Call Queues are simple, but suitable enough for small business needs.  Notably missing features are “Wrap up time”, per queue holiday settings, call back requests, and manager options.  Real-time reporting and wallboards are not available either, which means it’s not possible for managers to monitor their agents and callers during live calls.

Teams Auto Attendants meet most needs for small organizations.  An excellent feature is the “Type in a greeting message” feature.  This feature will read whatever is typed to the caller.  The quality of the voice is excellent and it’s hard to distinguish that a computer is saying the words!

Ironically, the IVR with was poor at accurately detecting what we said when testing the speech to text inputs.

Call parking is available, but the phones are not configurable to create visible park slots.  There is no intercom or auto-answer settings on the Yealink MP54 phones that we’ve used.  I believe there are some phones that will support auto-answer and if that’s the case, then a paging hack could be put together where overhead paging is required.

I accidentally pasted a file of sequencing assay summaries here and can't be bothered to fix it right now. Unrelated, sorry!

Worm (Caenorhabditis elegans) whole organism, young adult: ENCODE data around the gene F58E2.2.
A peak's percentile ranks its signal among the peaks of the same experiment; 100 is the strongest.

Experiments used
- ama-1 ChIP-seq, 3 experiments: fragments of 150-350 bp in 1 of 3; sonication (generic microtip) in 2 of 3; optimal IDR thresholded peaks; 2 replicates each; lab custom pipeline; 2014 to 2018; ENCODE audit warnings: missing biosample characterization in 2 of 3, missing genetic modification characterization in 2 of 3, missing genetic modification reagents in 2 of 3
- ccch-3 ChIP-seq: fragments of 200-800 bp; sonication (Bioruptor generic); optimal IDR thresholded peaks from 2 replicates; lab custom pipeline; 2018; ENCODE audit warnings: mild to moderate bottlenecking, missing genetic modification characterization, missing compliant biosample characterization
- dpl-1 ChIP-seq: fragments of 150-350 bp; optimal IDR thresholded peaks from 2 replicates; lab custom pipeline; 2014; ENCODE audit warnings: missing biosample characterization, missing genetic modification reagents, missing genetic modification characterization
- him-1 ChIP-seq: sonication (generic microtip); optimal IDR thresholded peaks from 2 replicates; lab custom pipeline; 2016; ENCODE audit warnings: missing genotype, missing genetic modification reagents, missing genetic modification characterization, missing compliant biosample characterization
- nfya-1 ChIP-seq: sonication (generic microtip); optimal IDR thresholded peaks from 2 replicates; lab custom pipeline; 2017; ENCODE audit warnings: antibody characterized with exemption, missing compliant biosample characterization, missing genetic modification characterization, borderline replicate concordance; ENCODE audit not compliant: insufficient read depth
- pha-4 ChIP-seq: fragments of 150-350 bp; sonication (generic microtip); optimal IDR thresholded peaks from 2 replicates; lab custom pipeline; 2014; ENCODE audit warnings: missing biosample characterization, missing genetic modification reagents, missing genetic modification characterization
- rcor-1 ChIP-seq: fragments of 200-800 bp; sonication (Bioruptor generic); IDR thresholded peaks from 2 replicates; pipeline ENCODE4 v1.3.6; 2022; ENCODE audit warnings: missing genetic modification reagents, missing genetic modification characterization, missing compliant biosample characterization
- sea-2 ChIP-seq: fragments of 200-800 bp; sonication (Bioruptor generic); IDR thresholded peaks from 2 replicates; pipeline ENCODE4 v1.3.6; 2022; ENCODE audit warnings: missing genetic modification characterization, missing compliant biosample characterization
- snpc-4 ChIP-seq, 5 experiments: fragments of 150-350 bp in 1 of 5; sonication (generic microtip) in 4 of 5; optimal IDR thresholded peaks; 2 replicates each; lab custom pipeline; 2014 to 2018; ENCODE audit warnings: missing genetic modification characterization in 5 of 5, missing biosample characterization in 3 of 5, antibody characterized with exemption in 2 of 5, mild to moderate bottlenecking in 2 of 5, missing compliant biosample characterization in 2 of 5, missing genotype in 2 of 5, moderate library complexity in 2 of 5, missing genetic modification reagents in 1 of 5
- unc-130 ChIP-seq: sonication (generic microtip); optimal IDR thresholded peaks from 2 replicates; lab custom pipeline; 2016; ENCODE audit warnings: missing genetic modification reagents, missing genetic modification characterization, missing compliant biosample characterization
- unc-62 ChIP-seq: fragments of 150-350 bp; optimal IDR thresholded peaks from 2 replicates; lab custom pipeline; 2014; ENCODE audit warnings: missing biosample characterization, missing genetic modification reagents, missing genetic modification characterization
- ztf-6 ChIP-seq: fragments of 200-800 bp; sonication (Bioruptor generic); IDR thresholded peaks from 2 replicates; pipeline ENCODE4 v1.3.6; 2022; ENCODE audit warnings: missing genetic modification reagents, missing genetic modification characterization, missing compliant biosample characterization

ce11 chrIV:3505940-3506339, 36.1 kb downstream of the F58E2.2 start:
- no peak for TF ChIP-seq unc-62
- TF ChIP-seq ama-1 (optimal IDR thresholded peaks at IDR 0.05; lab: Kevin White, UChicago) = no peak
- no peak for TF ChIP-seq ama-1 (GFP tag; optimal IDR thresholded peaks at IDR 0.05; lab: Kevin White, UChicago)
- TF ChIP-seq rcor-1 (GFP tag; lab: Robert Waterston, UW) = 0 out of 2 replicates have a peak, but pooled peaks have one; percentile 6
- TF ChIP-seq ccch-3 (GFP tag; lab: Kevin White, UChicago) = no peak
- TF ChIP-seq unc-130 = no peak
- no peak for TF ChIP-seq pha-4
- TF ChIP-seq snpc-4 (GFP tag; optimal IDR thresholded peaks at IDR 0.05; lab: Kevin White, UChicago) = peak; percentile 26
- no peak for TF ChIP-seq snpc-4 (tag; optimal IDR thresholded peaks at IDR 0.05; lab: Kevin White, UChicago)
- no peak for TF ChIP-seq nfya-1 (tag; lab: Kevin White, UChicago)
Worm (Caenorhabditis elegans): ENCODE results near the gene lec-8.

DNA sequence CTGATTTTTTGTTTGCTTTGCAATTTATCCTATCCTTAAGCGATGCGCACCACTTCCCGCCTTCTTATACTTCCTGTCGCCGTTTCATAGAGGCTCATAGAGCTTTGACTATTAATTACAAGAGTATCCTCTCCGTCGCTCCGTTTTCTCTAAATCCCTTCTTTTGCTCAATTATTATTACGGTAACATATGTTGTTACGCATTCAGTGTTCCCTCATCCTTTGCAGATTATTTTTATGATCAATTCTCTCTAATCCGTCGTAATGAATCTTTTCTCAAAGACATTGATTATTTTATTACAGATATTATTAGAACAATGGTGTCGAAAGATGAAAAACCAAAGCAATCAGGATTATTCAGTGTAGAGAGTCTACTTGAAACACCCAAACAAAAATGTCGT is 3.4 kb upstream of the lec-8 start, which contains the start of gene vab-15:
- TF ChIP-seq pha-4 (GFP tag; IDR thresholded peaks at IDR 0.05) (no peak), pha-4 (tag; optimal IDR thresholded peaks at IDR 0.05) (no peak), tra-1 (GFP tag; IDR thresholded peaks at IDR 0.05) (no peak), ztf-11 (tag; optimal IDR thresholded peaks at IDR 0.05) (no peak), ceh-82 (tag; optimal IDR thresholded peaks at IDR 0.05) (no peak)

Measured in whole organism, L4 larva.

Besides having few features, another negative experience is the expertise required to make queues and auto-attendants work. A Teams resource account must first be created and that account must have a Microsoft 365 Phone System – Virtual User license applied to it.  Then the account must be associated to the queue or auto attendant.  If these need to be reachable via a public number, then a service number must be applied.

What’s a service number?  In Teams there are two types of numbers, a User Number (which are applied to users) and a Service Number.  A User Number only allows a couple of simultaneous calls, whereas a Service Number can handle many simultaneous calls.  If you have unused User Numbers they can be converted, but it requires an email to PTN@microsoft.com and they will change it (in my experience it takes about 3 hours).  The entire concept confusing and feels unnecessary.  Microsoft should eliminate the distinction between number types and just change the behavior of a number depending on if it’s assigned to a user or queue/auto attendant!

Licensing and Cost

If your business is already using Microsoft 365 for Office or email, then it’s very easy to add the Microsoft 365 Business Voice license to each of your users (currently $20/mo).  That license will entitle your account to phone numbers for each user as well as 3,000 domestic minutes per month (that are pooled together for all licenses).

If you are not already using Microsoft 365, then your business will first need to determine which license to purchase for your staff and then additionally the Microsoft 365 Business Voice license ($20/mo) needs to be added.

For common area phones like break rooms, waiting areas, conference rooms, etc there is an $8/mo Common Area Phone license that will be needed plus the Microsoft 365 Business Voice license ($20/mo).